In 1982, Lindy Chamberlain was falsely convicted for the murder of her infant daughter who was taken by a dingo while the family was on a camping trip. Her cry for help, "a dingo's got my baby", turned into a global punchline. Bob talks with Jennifer Forde, who directed and produced a Retro Report film on the Chamberlain trial and the media circus that surrounded it.
BOB: Soon after Dr. Craig Spencer returned from West Africa, infected with Ebola from treating patients there, he was a household name..
TAPE: Good evening, I'm Jim Rosenfeld, that doctor's name Craig Spencer
TAPE: The patient is Craig Spencer, this man, he's a doctor who recently returned...
TAPE: For everyone Craig Spencer, we need 100 Craig Spencers to get over there. That's how we're going to solve this problem.
BOB: Not quite the same for nurses who became infected. They were more like a household….generic.
TAPE: Ebola nurse. Her message to America.
TAPE: The vow not to put the Ebola nurse' little dog to sleep.
An odd, if not exactly surprising double standard, but one mere female healthcare worker is having none of it. She is Kaci Hickox, the nurse who was subjected to involuntary quarantine imposed by two governors against expert medical advice -- until she was sprung by a judge who’d read The Constitution. Hickox isn’t willing to lose her freedom of movement and her identity in the same month.
TAPE: “[...]nurse Kaci Hickox has been dubbed the so-called Ebola Nurse. And why.. she's saying today about her nickname and why she doesn't want that nickname anymore”
BOB: Yes, she chafed at being reduced to an anonymous bit player in a fear-fueled melodrama. But now she’s fed up with the ongoing stigma. In a Guardian essay this week, Hickox wrote, quote:
I never had Ebola. I never had symptoms of Ebola. I tested negative for Ebola the first night I stayed in New Jersey governor Chris Christie’s private prison in Newark. I am now past the incubation period – meaning that I will not develop symptoms of Ebola. I never had Ebola, so please stop calling me “the Ebola Nurse” – now!
BOB: Thing is, there is no such thing as headline due process and no media judge to save the day. Indeed, in this segment we find explore many examples of news subjects -- especially women -- whose identities are co-opted and defined and even hijacked by media narratives entirely beyond their ability to influence.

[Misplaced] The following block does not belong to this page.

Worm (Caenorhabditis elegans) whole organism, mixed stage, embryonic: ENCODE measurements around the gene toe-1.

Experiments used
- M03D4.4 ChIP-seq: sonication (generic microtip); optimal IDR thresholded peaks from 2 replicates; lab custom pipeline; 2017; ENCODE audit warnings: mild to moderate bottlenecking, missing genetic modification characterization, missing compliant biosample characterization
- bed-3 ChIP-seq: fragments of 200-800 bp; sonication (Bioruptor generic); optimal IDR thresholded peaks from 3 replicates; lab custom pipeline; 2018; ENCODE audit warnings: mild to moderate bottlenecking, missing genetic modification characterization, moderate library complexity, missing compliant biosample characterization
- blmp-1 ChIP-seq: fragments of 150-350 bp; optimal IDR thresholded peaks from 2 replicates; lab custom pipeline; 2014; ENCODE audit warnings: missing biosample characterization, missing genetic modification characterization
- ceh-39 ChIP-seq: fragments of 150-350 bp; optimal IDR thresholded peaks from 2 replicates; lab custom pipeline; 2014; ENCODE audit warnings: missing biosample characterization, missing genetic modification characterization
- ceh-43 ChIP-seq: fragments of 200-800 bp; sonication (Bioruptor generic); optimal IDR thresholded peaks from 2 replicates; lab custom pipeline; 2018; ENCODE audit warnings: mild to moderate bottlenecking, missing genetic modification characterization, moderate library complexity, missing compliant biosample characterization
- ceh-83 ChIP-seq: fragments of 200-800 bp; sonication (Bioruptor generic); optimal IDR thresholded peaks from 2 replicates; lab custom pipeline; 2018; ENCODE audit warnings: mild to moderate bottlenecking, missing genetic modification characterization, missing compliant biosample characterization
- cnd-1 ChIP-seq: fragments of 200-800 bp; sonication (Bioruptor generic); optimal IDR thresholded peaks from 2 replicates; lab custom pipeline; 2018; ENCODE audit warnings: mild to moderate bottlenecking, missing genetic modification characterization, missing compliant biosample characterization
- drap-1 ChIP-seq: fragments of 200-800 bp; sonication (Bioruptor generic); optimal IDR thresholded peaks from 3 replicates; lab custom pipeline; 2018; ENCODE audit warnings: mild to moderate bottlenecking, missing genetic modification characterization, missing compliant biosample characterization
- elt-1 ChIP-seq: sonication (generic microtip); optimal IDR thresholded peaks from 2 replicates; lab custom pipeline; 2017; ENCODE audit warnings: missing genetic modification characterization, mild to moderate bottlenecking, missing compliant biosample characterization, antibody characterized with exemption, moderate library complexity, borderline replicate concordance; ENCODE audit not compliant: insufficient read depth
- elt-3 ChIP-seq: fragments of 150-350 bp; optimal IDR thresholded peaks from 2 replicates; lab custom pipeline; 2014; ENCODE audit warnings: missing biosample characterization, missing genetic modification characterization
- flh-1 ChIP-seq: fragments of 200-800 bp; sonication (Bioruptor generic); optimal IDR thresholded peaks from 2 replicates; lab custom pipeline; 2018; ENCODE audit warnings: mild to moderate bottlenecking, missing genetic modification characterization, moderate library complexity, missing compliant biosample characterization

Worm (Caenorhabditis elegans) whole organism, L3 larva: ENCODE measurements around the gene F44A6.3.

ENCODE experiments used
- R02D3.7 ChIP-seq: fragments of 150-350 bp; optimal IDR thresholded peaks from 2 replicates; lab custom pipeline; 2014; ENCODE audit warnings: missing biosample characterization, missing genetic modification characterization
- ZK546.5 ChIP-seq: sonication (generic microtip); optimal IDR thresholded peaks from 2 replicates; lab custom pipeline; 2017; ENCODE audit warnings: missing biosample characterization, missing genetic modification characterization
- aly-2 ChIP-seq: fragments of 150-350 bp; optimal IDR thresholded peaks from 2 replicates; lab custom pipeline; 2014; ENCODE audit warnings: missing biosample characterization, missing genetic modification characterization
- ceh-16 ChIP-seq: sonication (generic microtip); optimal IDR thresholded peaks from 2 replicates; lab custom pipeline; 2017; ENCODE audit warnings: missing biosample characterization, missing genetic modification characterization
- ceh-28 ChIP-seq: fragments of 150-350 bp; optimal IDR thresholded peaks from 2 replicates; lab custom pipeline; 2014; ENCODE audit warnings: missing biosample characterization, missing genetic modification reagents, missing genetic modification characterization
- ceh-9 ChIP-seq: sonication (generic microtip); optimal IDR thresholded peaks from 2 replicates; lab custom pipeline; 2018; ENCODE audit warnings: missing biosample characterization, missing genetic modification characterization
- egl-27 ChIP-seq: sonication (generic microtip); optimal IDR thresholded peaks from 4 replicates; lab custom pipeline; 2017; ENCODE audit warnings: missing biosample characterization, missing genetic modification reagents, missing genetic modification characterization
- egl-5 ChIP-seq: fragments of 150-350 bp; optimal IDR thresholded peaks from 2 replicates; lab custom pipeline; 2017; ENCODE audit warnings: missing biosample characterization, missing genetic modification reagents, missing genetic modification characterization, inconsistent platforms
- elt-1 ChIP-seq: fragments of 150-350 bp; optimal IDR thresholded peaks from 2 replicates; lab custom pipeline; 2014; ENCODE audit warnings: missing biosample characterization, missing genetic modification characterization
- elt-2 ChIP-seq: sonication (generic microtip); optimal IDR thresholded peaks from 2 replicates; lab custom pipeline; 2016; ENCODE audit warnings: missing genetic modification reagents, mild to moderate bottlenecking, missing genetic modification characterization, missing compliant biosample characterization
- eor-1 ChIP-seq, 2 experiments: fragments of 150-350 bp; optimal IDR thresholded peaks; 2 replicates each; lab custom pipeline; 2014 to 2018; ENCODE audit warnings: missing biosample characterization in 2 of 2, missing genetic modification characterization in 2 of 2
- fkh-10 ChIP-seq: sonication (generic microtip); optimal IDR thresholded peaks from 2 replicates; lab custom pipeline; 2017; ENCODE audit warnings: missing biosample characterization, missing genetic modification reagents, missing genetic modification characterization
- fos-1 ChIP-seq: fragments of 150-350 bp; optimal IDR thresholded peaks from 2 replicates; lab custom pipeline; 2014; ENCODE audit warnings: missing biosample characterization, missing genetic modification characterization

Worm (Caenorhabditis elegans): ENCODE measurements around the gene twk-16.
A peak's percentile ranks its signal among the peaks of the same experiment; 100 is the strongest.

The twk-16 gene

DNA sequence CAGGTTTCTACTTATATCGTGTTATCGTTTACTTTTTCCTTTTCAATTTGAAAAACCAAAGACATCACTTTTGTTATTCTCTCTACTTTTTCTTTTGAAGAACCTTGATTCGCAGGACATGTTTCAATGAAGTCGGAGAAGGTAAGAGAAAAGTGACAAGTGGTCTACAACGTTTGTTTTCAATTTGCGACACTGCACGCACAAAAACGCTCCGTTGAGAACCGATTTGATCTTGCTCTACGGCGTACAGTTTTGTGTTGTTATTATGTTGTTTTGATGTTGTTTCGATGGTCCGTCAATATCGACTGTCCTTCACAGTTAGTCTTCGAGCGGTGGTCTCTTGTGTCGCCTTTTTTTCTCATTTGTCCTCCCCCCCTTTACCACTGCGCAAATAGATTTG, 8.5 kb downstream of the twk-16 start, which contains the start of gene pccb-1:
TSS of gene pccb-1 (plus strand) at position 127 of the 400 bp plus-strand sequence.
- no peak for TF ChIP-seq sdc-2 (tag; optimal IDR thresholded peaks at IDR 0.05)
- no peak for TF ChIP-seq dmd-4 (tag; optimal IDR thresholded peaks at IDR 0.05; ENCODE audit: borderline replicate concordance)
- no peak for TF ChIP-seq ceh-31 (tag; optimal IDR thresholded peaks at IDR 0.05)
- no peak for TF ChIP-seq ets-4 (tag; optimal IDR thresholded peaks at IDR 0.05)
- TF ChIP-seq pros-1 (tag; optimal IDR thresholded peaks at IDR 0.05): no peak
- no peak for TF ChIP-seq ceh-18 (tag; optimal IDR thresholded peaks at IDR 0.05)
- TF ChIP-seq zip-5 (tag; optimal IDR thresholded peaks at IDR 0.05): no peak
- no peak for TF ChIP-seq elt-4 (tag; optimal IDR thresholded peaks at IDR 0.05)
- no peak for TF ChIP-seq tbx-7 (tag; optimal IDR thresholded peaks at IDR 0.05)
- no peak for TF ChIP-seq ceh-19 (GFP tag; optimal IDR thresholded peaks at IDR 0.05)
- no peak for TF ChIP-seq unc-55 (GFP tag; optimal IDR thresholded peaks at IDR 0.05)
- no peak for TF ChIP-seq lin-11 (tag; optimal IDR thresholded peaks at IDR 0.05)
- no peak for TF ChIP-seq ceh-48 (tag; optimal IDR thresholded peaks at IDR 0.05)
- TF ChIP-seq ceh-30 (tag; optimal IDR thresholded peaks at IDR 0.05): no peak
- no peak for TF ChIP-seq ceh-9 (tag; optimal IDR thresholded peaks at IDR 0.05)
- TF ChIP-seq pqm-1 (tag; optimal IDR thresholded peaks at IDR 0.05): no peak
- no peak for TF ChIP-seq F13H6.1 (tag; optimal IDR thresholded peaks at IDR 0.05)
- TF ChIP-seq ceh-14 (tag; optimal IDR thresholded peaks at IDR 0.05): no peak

Our coverage begins with a story revisited this week in the New York Times online documentary series Retro Report: the strange, tragic case of Lindy Chamberlain. In 1982, Chamberlain was convicted in an Australian court of murdering her 9 week old infant daughter, Azaria, who had vanished on a family camping trip in the outback. Chamberlain claimed the baby had been snatched from the tent by an indigenous wild dog called a dingo. The episode scandalized a nation, but also came to enthrall the world ...and to this day persists in the popular imagination, thanks to one unexpected exclamation:
TAPE: The dingo’s got my baby!
That’s Meryl Streep as Chamberlain from the 1988 film, 'A Cry in the Dark.' The latest Retro Report examines Chamberlain’s trial, conviction, and eventual exoneration, stretched over 30 years, and the media circus that surrounded it. Jennifer Forde directed and produced the Retro Report. She says that doubts about Chamberlain’s story began with a sort of dingo jingoism, a romantic Aussie notion of the native animal’s sunny disposition.
FORDE: Everybody in Australia at that time believed it to be a wild dog, but basically timid. So whilst initially everybody local believed her story, when outsiders started to come in, police and journalists, people started to suspect the parents and indeed Lindy for having murdered her baby.
BOB: This was a case, in turned out, of jaw-dropping incompetence by police and forensics experts. And by the media which became a sort of whole nation full of Nancy Graces, looking for reasons to convict Lindy Chamberlain in the press. And she kind of helped, in a way. Because her demeanor was so strange, was it not?
FORDE: I think that's one of the things that was confusing to people. That she was dealing with her anguish. She didn't break down in public. She was able to speak very rationally about it. She did this one interview in particular which really turned people.
TAPE (Interviewer): Were you were surprised Azaria's clothing was found hardly torn?
TAPE (Chamberlin): No, not really. Not having watching wild dingo's feed on cattle and things like that. They pull back the skin as they go. And they'll just peel it like an orange.
FORDE: While that's true, I think people just found it very surprising that she would be able to answer so clinically. But really she's just answering the question.
BOB: It was as if she had sat on the witness stand confessing as far as the public was concerned.